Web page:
The Marvel "Parenting Curse" Is Very Real– Can Paul Rudd Break It?
Ant-Man and the Wasp: Quantumania is bringing parenting angst back to the MCU. Can we stop with this?
Ant-Man and the Wasp: Quantumania seems like it’s going to be a huge movie for the future of the Marvel Cinematic Universe, setting up the arrival of the big new villain, Kang the Conqueror (Jonathan Majors), kicking off the Multiverse Saga. However, based on the second trailer, which premiered on Monday, it also seems like it’s going to be more of the same, continuing one of the MCU’s increasingly exhausting traditions. Please, Marvel, I am begging you: Let a parent just be normal. For once.
Being a father has always been a huge part of Scott Lang’s character. Scott, as played by Paul Rudd, is deeply devoted to his daughter Cassie and he wants, more than anything, to be a good dad to her. In the first two Ant-Man movies, this fatherly love came through in (relatively) grounded ways. First Scott wants to atone for the time he missed out with her while in prison and to stay on good terms with her mom (and his ex-wife), then he wants to dutifully serve his time under house arrest so that nothing else gets in the way of time spent with Cassie.
The events of Infinity War and Endgame, of course, threw a wrench in Scott’s plans. He found himself trapped in the quantum realm, only to emerge five years later to a world missing 50 percent of its population. Perhaps more devastating for Scott was the fact that Cassie, his little girl, had grown up and he’d missed it. Scott and the now-teenaged Cassie (played by Emma Fuhrmann in Endgame, though Kathryn Newton was recast in the role for Quantumania), end the film happily watching fireworks together.
The trailer for Quantumania makes it seem like Scott is not ready to give up those five years he missed. Upon being sucked once more into the quantum realm, it appears that Scott will come into contact with Kang, played once more by Jonathan Majors, who first appeared as (a different multiversal version of) Kang in the Disney+ Loki series. Kang — a totemic and complex villain from Marvel Comics lore — is a huge threat to the multiverse, as Janet says he can “rewrite reality at will.” However, that may be just what Scott wants.
“I don’t care who this guy is,” Scott says in the trailer. “I just lost so much. He can give us a second chance.”
As the parent of a 1-year-old, I can say, if I missed out on five years of her childhood, I imagine I would want a second chance, too. But this sort of wreckless tampering with reality or the nature of power is becoming almost a cliche for MCU parents. In Thor: Love and Thunder, Gorr the Godbutcher goes on a divine killing spree after his daughter dies, eventually wishing for her return from an almighty cosmic entity. In Doctor Strange in the Multiverse of Madness, Wanda goes mad because she misses her “children” she created in WandaVision, prompting her to go on a multiversal rampage where she attempts to kill a child and replace an alternate version of herself who actually is a mom. Scott working with Kang the Conqueror — even if it’s temporary — to change reality so he gets more father-daughter time? Sounds darn near familiar.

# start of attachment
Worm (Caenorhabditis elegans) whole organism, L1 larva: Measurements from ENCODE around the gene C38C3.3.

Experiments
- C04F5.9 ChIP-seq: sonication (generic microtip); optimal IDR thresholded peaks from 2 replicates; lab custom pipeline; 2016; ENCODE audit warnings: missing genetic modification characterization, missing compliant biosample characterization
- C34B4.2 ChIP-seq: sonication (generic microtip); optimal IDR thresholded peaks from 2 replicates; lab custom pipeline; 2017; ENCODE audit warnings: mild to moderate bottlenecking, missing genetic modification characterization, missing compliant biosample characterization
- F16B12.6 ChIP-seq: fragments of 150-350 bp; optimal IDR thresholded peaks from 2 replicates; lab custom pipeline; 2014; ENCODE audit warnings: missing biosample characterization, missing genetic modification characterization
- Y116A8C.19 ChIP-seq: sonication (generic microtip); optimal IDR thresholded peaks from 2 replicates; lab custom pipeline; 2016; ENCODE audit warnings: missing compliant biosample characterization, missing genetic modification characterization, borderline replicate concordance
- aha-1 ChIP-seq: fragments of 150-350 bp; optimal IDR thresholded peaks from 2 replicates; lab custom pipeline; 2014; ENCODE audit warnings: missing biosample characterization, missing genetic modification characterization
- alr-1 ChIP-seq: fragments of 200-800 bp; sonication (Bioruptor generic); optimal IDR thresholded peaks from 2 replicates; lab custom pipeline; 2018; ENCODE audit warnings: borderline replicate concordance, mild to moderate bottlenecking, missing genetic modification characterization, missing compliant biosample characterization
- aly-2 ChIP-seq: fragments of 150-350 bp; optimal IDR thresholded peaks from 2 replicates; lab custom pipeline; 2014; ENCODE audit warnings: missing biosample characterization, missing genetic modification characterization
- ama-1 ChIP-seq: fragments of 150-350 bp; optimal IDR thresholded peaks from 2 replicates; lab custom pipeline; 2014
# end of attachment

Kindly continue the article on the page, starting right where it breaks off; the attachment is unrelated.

Go back further in the MCU and there’s a whole host of complicated parental relationships. Star-Lord’s father Ego wants to use his son to help take over the universe. Xu Wenwu wants Shang-Chi to follow in his footsteps and lead the ultra-powerful Ten Rings, unwittingly releasing an eldritch horror in the process. Spider-Man gets multiversal help in avenging the death of Aunt May. Shuri wages war when Namor kills her mother. Odin was perhaps not the greatest father to Thor, Loki, and Hela. Tony Stark has some daddy issues. Hawkeye seemingly is a well-adjusted father in Hawkeye, but, he had to turn into an insane murderer when his family was snapped away by Thanos. We could go on.
What was nice about the first two Ant-Man movies was that Scott and Cassie’s relationship was pretty normal. The stakes were important but — as is perhaps fitting for Ant-Man — not oversized. In Ant-Man, Scott is trying to prove that he can be there for Cassie and that he has what it takes to be a good influence in her life.
The biggest threat to their relationship is that Cassie’s stepdad, Bobby Cannavale, doesn’t approve of Scott. The emotional stakes are relatable. Scott fixes the problem not just by beating Cory Stoll’s Yellowjacket, but by being a better dad and capable co-parent with his ex.
In Quantumania, Scott’s gonna fix the problem by rewriting the multiverse with the help of someone named Kang the Conqueror. It’s all a little much. Hopefully, Ant-Man and the Wasp can avoid fully falling victim to the MCU parenting curse. Maybe Scott won’t end up being that tempted by Kang, and he’ll be a good father (and not die.) And, ideally, the next few Marvel movies won’t be about parents going insane and doing insane things for their kids.
Ant-Man and the Wasp: Quantumania hits theaters on February 17, 2023.
When will, Ant-Man and the Wasp: Quantumania hit Disney+?
Although Ant-Man and the Wasp: Quantumania is a theatrical release, the current window between a theatrical release, and a streaming release is roughly 45 days. This means, that potentially, by the end of March, or early April, Ant-Man 3 will be on Disney+.